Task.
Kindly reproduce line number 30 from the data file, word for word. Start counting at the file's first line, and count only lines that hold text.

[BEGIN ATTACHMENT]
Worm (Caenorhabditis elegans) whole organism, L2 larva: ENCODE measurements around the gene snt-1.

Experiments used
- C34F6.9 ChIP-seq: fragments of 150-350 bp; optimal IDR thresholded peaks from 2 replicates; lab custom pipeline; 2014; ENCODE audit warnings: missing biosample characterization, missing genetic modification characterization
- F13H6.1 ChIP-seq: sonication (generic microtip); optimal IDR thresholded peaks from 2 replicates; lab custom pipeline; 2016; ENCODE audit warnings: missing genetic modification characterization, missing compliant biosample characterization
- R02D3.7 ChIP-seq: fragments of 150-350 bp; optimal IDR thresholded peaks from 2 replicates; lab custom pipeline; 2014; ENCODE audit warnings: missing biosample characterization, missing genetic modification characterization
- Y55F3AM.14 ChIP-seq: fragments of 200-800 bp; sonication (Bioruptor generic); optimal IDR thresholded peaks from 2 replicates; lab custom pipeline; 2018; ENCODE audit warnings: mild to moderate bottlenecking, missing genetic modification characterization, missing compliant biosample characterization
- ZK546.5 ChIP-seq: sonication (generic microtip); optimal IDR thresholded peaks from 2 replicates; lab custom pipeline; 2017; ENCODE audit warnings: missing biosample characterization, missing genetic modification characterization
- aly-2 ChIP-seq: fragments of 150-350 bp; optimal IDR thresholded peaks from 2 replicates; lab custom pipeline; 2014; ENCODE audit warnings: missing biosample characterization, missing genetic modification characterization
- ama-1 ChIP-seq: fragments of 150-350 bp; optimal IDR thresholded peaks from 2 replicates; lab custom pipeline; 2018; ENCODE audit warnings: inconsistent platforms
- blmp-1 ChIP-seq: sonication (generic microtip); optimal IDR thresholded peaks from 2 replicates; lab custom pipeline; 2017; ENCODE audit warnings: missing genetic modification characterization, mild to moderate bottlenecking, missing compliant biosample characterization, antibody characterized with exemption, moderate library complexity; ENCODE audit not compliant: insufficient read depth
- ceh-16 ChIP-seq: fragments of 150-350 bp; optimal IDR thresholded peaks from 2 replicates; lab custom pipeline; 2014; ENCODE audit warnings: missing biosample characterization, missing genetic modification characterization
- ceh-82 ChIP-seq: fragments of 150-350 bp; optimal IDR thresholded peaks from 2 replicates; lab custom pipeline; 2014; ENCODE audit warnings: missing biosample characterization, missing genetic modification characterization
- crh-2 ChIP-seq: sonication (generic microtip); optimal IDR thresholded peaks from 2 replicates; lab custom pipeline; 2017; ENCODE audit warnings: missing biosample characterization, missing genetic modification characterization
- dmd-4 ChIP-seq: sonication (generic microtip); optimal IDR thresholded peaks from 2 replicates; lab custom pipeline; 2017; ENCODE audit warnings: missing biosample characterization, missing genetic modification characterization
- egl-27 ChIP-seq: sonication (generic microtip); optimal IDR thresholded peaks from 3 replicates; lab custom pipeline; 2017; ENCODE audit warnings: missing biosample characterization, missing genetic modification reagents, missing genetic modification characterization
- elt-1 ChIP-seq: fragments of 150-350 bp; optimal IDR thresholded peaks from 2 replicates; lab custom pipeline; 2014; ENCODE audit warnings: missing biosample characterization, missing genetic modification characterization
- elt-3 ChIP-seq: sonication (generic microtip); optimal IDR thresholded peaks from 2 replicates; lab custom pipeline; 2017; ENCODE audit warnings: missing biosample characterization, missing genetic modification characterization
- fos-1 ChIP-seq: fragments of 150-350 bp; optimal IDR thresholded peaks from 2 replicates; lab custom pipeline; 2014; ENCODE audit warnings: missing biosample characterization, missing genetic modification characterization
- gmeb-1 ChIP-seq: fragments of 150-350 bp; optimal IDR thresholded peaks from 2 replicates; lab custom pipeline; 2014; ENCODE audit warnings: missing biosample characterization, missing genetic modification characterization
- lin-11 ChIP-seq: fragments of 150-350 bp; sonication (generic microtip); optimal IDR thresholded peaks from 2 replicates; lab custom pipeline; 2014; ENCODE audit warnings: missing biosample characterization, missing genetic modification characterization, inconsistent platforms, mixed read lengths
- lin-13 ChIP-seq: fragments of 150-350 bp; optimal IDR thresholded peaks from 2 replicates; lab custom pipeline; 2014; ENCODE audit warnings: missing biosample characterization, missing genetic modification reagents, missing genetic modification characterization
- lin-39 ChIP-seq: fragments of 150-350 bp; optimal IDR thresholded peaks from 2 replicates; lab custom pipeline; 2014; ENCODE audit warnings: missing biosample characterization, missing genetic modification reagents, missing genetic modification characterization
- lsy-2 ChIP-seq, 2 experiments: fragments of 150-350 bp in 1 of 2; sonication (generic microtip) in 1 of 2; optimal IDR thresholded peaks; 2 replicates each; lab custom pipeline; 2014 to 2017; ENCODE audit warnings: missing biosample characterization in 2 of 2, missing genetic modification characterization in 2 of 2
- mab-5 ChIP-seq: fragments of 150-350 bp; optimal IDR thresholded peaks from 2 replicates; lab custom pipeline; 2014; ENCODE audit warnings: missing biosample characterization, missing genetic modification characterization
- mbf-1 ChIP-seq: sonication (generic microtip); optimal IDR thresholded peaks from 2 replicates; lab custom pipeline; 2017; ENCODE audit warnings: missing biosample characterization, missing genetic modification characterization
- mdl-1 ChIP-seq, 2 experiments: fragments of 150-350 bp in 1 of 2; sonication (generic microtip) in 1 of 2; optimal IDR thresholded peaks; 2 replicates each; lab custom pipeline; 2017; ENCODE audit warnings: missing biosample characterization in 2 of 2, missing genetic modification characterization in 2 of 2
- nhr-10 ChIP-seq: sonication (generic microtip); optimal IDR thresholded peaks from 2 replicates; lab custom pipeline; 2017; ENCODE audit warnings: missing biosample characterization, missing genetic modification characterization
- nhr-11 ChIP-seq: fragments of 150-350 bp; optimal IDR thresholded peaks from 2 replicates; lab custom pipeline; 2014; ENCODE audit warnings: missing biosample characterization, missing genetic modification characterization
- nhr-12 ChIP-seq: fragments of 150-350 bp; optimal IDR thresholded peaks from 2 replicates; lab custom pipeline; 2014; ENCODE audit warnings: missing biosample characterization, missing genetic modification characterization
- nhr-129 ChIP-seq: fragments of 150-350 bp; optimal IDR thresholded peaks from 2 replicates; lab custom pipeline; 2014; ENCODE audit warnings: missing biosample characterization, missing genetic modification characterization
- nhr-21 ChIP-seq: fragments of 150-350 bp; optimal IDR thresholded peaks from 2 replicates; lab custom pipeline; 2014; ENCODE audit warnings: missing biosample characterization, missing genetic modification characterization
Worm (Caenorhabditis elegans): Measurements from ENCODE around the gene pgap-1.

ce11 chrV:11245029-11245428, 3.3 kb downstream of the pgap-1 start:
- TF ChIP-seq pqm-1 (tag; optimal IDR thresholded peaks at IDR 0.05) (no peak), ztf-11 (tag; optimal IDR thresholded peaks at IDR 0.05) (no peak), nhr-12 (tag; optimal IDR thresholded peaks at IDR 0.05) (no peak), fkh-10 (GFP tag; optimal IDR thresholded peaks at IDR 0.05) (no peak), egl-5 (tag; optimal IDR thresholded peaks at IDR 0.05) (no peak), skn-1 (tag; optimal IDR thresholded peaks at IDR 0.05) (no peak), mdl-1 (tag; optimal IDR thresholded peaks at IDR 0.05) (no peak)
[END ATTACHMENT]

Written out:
- nhr-129 ChIP-seq: fragments of 150-350 bp; optimal IDR thresholded peaks from 2 replicates; lab custom pipeline; 2014; ENCODE audit warnings: missing biosample characterization, missing genetic modification characterization